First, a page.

a better estimation for the Singaporean stock market which implies that Malaysian
stock market has asymmetric effects. However, Haniff and
Pok (2010) comparison of the four nonperiod GARCH models revealed that
the EGARCH produced consistently superior results compared to the other GARCH
models. Assis et al. (2010) compared various
univariate timeseries methods in the forecasting of coffee bean prices and
found that the ARIMA/GARCH models outperformed the others.
Guidi (2010) found that while some indices were better
forecasted using asymmetric GARCH models, the simple symmetric GARCH models
with the normal distribution actually performed better in volatility forecasting
of 5 Asian stock markets and were good enough to be used for forecasting purposes.
Fahimifard et al. (2009) found that while nonlinear
models outperformed liner ones, when comparing the linear models, the GARCH
model outperformed the ARIMA model. Most recently, in their analysis, Mukherjee
et al. (2011) found that the EGARCH model was a better model compared
to the TARCH model for the SENSEX because there was an indication that there
was considerable amount of asymmetry in the series. Yaziz
et al. (2011) found that while the ARIMA (1,2,1) model was able to
produce good forecasts of crude oil prices based on historical patterns, the
GARCH (1,1) was actually much better as it was able to capture the volatility
effect.
MATERIALS AND METHODS
Univariate models of conditional volatility: Financial time series usually
exhibit a set of characteristics. Stock market returns display “Avolatility
clustering ” where large changes in these returns tend to be followed by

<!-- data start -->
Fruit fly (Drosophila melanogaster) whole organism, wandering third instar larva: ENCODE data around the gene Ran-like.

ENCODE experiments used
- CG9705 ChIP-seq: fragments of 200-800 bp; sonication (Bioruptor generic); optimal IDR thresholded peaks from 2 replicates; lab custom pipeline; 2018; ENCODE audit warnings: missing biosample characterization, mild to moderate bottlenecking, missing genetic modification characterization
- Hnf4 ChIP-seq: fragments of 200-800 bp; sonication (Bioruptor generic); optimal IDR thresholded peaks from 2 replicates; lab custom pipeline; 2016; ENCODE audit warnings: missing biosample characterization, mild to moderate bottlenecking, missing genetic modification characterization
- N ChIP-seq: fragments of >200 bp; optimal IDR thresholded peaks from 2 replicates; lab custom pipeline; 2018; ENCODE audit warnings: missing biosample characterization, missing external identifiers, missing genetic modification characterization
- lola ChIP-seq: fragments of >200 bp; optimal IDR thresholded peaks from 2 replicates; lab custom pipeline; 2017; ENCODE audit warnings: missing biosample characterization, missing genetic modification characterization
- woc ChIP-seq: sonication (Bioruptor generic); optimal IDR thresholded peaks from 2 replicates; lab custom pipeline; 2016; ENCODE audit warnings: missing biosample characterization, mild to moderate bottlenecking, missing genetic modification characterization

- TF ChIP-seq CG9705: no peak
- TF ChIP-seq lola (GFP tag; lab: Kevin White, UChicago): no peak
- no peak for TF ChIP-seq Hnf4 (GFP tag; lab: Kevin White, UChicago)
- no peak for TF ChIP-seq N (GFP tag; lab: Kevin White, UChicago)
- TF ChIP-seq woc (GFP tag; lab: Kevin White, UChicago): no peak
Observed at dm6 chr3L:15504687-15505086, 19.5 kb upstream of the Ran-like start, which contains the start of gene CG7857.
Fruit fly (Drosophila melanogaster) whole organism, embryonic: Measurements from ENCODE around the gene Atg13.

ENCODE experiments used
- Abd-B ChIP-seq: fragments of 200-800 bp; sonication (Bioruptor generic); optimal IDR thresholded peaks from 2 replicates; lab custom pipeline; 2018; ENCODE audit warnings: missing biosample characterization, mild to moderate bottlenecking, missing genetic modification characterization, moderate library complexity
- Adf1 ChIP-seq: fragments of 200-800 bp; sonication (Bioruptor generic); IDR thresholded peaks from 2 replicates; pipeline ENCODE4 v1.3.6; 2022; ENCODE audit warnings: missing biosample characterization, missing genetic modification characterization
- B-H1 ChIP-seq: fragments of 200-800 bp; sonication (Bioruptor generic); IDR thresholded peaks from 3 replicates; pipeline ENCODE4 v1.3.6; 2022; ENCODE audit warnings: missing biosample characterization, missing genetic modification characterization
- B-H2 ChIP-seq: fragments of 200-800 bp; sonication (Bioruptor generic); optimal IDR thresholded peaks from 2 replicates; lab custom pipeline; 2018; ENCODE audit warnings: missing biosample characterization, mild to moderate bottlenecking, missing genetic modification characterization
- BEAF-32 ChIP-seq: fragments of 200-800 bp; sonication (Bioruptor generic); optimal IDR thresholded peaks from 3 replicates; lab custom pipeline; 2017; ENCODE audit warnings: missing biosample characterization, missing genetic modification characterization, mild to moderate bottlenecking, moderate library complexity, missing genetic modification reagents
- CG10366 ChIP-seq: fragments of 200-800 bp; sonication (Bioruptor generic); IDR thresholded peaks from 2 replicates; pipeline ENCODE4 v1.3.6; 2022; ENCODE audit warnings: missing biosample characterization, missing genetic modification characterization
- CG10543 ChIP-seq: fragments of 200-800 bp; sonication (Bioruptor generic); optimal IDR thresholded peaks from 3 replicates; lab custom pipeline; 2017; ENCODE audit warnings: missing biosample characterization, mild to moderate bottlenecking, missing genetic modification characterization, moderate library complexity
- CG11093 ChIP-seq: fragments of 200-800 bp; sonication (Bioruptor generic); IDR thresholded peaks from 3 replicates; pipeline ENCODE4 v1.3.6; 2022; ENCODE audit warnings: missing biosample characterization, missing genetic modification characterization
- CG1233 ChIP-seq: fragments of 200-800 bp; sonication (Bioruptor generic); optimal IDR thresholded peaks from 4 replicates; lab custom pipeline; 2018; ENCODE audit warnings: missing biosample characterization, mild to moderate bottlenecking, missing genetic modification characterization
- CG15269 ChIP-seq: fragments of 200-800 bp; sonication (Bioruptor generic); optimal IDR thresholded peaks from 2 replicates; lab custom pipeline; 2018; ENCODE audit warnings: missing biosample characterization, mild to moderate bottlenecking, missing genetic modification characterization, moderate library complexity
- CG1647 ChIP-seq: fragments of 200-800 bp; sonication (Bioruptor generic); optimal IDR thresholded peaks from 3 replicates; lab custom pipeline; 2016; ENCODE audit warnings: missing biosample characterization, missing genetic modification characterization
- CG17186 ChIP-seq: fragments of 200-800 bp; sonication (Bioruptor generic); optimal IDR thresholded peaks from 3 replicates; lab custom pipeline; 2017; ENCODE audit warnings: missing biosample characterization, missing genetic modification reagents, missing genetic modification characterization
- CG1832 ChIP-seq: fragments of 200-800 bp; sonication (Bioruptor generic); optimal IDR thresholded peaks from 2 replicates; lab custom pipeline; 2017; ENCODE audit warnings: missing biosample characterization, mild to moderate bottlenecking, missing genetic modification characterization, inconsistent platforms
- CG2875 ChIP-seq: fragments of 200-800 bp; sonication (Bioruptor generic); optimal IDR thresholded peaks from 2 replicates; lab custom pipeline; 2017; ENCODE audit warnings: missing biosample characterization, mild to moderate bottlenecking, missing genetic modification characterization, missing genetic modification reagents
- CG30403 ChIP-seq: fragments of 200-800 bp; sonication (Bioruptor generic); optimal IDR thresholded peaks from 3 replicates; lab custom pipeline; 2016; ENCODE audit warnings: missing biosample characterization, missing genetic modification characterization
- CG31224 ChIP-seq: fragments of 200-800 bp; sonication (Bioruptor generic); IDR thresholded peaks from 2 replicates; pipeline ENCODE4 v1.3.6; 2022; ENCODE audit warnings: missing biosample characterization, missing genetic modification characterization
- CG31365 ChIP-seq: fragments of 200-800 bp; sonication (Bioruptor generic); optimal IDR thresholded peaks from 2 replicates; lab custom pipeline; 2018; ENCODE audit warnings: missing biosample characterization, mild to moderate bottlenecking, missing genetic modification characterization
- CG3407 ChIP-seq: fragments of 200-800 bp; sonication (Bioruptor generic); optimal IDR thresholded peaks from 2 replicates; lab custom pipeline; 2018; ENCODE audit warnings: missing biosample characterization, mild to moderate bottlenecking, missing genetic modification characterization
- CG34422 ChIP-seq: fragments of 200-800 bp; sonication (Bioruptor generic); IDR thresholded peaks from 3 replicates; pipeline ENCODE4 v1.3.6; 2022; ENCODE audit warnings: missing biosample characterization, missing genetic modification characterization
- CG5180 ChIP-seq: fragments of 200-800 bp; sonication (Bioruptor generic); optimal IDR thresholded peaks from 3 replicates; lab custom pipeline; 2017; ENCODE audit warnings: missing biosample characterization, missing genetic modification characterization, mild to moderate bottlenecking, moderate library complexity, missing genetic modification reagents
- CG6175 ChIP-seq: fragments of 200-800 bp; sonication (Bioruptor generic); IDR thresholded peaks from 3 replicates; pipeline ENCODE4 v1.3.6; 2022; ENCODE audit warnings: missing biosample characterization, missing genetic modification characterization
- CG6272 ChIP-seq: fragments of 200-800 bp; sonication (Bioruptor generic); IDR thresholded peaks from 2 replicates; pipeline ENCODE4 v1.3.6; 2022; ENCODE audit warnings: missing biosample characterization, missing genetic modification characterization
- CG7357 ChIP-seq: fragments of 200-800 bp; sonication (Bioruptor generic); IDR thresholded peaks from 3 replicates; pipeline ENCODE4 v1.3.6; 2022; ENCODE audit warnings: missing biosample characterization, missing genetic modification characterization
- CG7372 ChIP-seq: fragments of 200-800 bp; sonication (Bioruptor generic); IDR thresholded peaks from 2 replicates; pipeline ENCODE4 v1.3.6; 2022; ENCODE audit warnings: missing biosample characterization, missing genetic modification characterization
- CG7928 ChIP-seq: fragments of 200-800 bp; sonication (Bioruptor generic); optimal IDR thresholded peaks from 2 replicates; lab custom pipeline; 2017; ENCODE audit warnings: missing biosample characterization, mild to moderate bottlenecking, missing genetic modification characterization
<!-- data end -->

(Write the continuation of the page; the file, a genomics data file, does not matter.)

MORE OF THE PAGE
large changes and small changes by small changes (Mandelbrot,
1963), leading to contiguous periods of volatility and stability.
The Autoregressive Conditional Heteroskedasticity models (ARCH) (Engle,
1982) have been used extensively to model volatility. The general form of
ARCH (q) process is as follows:
The value of α and β should be greater than zero since standard deviation
and variance cannot be negative and value of betas should be less than one in
order for the process to be stationary. A deficiency of ARCH (q) models is that
the conditional standard deviation process has high frequency oscillation with
high volatility coming in short bursts. Bollerslev (1986)
generalized the ARCH model by including lagged values of the conditional variance.
The GARCH models permit a wider range of behaviour, in particular, a more persistent
volatility. The general form of the GARCH (p, q) model is:
where, α_{i} ε^{2}_{t1} is an ARCH component
and β_{i} σ^{2}_{t1} is a GARCH component.
However, the GARCH (p, q) is symmetric and does not capture the asymmetry that
characterizes most financial time series and it is known as”leverage effect”.
It refers to the characteristic of time series on asset prices that “bad news”
tends to increase volatility more than good news. One of the primary restrictions
of the GARCH models is that they enforce a symmetric response of volatility
to positive and negative shocks (Brooks, 2002). In these
models, therefore, a big positive shock will have exactly the same effect on
the volatility of a series as a negative shock of the same magnitude (Asteriou
and Hall, 2007).
In order to capture the asymmetric shock to the conditional variance, Nelson
(1991) proposed the Exponential GARCH (EGARCH) model. In the EGARCH model
the natural logarithm of the conditional variance is allowed to vary over time
as a function of the lagged error terms rather than lagged squared errors. The
EGARCH (p, q) model can be written as follows:
The exponential nature of the EGARCH ensures that conditional variance is always
positive even if the parameter values are negative, thus there is no need for
parameter restrictions to impose nonnegativity. The impact is asymmetric if
γ_{i} is not equal to zero whereas the presence of the leverage
effect can be tested by hypothesis that γ_{i} is less than zero.